NASHVILLE, Tenn. -- In the two months since the 2012 season ended, D-backs manager Kirk Gibson has spent a good deal of time in the woods of Michigan pondering what caused his team to drop from 94 wins and an National League West title to an 81-81 mark and a third-place finish.
As a result, expect competition to once again be the buzzword around Spring Training.
Heading into 2011, Gibson declared that every spot was up for grabs, while last year, the team reported to camp with virtually every position spoken for.
"You know what, you're looking all the time, and you're trying not to get stagnant in things that you do, so maybe you do some retreading," Gibson said in his news conference during Day 2 of the Winter Meetings on Tuesday. "And I don't think that's very effective, and I don't think it worked good last year."
While much of the starting lineup will likely return intact next season, look for the D-backs to create competition in other ways.
"Any kind of things that you can do with your team that makes them compete just beyond what you're thinking about, guys competing for a job, any drill you do, I think it's good," Gibson said. "I think it's more productive, there's more production out of it, makes it easier to do, guys have a better attitude to do it."
There also figures to be a renewed emphasis on the little things like bunting, baserunning and relays and cutoffs.
"We got outexecuted," Gibson said flatly.
In 2011, the D-backs were underdogs who battled and clawed in one-run games, and the hard-to-quantify chemistry in the clubhouse was good.
In 2012, the D-backs were the favorites and did not seem to be as cohesive on or off the field.
"Maybe we didn't have as good of a buy in," Gibson said. "I said many times prior to the season that success is very dangerous. I think it was. I don't want to say anybody was complacent or that I was, but it's really hard to explain. There's just really not a good word for it. It's really a little bit disruptive in the process. We'll come back, we'll deliver a good, clear message and try to make it fun, yet demanding, so we can have better results and play more consistently and reach our potential."
In his search for answers, Gibson recalled his playing days with the Tigers, who won the World Series in 1984 and then could not follow up on that success the following year.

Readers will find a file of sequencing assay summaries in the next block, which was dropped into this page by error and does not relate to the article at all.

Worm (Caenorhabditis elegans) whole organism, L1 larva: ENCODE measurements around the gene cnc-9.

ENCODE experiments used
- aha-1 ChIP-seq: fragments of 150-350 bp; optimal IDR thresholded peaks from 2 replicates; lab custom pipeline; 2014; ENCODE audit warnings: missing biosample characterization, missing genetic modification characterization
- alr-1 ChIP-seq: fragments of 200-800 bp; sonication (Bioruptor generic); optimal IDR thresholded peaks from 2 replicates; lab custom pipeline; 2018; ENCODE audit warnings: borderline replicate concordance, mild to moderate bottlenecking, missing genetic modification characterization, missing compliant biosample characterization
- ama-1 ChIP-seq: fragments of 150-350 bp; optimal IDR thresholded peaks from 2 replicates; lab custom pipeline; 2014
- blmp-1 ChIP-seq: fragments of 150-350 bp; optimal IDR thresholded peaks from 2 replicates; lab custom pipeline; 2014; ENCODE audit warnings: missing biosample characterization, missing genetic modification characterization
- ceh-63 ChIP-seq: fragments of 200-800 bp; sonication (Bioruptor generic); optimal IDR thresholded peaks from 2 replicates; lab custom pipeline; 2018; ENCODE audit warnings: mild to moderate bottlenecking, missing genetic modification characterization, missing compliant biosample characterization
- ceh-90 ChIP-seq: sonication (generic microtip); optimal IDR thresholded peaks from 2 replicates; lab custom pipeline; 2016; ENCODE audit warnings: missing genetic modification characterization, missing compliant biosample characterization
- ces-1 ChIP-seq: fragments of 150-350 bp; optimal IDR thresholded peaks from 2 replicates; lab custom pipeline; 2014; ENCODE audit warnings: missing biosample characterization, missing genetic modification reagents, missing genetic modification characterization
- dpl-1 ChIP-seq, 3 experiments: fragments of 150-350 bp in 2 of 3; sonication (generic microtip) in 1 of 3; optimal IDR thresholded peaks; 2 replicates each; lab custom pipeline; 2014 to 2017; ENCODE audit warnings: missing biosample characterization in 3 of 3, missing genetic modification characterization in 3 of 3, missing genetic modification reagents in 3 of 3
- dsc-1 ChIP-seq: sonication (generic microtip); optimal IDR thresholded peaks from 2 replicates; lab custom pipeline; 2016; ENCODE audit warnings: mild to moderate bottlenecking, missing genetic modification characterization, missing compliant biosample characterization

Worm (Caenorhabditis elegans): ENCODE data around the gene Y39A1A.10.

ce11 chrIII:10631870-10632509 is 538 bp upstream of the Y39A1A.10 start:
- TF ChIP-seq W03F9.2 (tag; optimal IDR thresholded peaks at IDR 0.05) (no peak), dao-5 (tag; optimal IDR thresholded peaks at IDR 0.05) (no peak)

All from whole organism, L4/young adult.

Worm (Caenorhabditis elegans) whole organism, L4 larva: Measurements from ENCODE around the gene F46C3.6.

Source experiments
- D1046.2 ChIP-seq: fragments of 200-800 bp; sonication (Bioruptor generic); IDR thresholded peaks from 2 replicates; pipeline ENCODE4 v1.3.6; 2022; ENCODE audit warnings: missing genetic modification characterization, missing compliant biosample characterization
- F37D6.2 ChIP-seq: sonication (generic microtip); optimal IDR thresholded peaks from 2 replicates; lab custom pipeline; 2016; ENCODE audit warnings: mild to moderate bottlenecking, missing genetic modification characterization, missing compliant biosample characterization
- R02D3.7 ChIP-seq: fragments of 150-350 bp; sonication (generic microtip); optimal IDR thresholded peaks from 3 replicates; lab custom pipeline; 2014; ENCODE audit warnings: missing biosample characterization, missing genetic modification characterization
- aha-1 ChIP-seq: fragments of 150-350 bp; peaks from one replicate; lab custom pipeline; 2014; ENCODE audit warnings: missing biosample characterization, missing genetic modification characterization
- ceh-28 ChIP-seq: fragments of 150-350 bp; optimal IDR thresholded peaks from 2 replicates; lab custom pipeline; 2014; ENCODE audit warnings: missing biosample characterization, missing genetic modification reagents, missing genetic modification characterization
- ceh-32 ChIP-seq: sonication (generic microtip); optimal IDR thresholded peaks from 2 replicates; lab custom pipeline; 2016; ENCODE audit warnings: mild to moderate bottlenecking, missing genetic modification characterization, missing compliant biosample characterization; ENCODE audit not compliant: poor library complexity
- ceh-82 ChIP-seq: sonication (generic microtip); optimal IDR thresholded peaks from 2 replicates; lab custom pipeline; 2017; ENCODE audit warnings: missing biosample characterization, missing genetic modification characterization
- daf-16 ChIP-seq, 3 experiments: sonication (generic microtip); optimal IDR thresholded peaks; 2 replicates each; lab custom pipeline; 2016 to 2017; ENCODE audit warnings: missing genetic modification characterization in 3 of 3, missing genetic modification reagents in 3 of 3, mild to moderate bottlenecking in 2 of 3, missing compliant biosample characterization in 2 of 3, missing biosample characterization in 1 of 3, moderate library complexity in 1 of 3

"In 1985, we were actually as good or better, and we just didn't win," Gibson said. "It didn't work out. How many times did we get four games over .500 and then go back to .500? It was one of those deals. You look at guys and players all around the league, sometimes they have up years and they have down years. Look, things have to go right to be a world champion. Things have to go right to make it to the postseason, and that was not the case for us last year."
Right fielder Justin Upton's name has been prominent in trade rumors throughout the offseason, and Gibson once again reiterated his support for the 25-year-old.
"I represented how I feel about Justin to you guys all year long, I've never wavered from that," Gibson said. "The reason he's being talked about, in part, is because of how much of a talent he is. He's very, very good. That's why there's so much interest in him. I think that if you guys were in [general manger Kevin Tower's] position, if somebody made you a deal that you couldn't refuse, you would do it. But the reality is that's probably not going to happen. I want Justin on my team. I know he's going to have a bounce-back, great year. He's going to be re-energized, he's going to be healthy, and I expect big things out of him. I mean, he's a huge impact player. We need Justin Upton to have a good year for us to compete in the West. I know why they want him on that team. Trust me, I know why they want him. But I want him on my team."
Gibson plans on being in Phoenix next week to meet with more candidates to be the team's next first-base coach as well as the newly created assistant-hitting-coach position.
At that time, he will likely touch base with Upton and several other players.